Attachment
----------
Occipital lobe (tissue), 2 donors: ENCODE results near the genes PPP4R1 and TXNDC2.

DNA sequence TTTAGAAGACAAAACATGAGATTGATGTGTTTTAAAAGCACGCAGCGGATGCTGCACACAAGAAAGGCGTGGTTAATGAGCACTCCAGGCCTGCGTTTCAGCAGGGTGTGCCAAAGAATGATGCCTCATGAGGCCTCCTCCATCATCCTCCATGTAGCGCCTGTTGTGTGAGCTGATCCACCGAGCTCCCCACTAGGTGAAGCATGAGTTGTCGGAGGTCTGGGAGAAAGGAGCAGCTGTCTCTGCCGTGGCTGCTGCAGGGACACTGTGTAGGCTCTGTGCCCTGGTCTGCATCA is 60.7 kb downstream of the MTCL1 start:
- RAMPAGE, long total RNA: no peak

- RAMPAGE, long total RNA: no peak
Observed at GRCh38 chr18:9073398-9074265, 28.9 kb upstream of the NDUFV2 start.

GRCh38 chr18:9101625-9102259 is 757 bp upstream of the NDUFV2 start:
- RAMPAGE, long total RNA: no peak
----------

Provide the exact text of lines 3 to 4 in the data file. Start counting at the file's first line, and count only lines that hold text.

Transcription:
- RAMPAGE, long total RNA: no peak

- RAMPAGE, long total RNA: no peak